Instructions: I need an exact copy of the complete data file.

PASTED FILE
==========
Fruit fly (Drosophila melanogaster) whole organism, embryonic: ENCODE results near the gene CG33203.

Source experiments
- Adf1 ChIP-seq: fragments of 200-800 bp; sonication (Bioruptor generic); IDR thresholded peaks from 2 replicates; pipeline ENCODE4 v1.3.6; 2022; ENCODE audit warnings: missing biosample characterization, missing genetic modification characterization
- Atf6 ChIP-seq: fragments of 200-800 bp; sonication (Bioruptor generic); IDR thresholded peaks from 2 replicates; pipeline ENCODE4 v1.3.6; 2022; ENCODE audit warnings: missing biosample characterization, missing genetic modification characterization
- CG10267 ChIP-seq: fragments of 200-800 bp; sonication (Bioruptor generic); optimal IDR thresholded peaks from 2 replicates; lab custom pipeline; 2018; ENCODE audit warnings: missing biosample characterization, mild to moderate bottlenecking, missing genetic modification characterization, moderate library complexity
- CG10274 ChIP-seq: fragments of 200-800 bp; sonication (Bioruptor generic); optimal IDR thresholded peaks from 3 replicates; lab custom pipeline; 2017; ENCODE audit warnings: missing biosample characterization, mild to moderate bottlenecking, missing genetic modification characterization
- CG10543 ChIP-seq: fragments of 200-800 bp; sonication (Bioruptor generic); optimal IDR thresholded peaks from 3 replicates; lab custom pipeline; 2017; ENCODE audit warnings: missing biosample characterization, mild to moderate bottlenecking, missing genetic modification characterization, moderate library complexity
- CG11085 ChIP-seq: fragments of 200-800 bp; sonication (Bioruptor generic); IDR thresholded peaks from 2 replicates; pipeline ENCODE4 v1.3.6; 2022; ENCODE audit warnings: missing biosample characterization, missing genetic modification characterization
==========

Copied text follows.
Fruit fly (Drosophila melanogaster) whole organism, embryonic: ENCODE results near the gene CG33203.

Source experiments
- Adf1 ChIP-seq: fragments of 200-800 bp; sonication (Bioruptor generic); IDR thresholded peaks from 2 replicates; pipeline ENCODE4 v1.3.6; 2022; ENCODE audit warnings: missing biosample characterization, missing genetic modification characterization
- Atf6 ChIP-seq: fragments of 200-800 bp; sonication (Bioruptor generic); IDR thresholded peaks from 2 replicates; pipeline ENCODE4 v1.3.6; 2022; ENCODE audit warnings: missing biosample characterization, missing genetic modification characterization
- CG10267 ChIP-seq: fragments of 200-800 bp; sonication (Bioruptor generic); optimal IDR thresholded peaks from 2 replicates; lab custom pipeline; 2018; ENCODE audit warnings: missing biosample characterization, mild to moderate bottlenecking, missing genetic modification characterization, moderate library complexity
- CG10274 ChIP-seq: fragments of 200-800 bp; sonication (Bioruptor generic); optimal IDR thresholded peaks from 3 replicates; lab custom pipeline; 2017; ENCODE audit warnings: missing biosample characterization, mild to moderate bottlenecking, missing genetic modification characterization
- CG10543 ChIP-seq: fragments of 200-800 bp; sonication (Bioruptor generic); optimal IDR thresholded peaks from 3 replicates; lab custom pipeline; 2017; ENCODE audit warnings: missing biosample characterization, mild to moderate bottlenecking, missing genetic modification characterization, moderate library complexity
- CG11085 ChIP-seq: fragments of 200-800 bp; sonication (Bioruptor generic); IDR thresholded peaks from 2 replicates; pipeline ENCODE4 v1.3.6; 2022; ENCODE audit warnings: missing biosample characterization, missing genetic modification characterization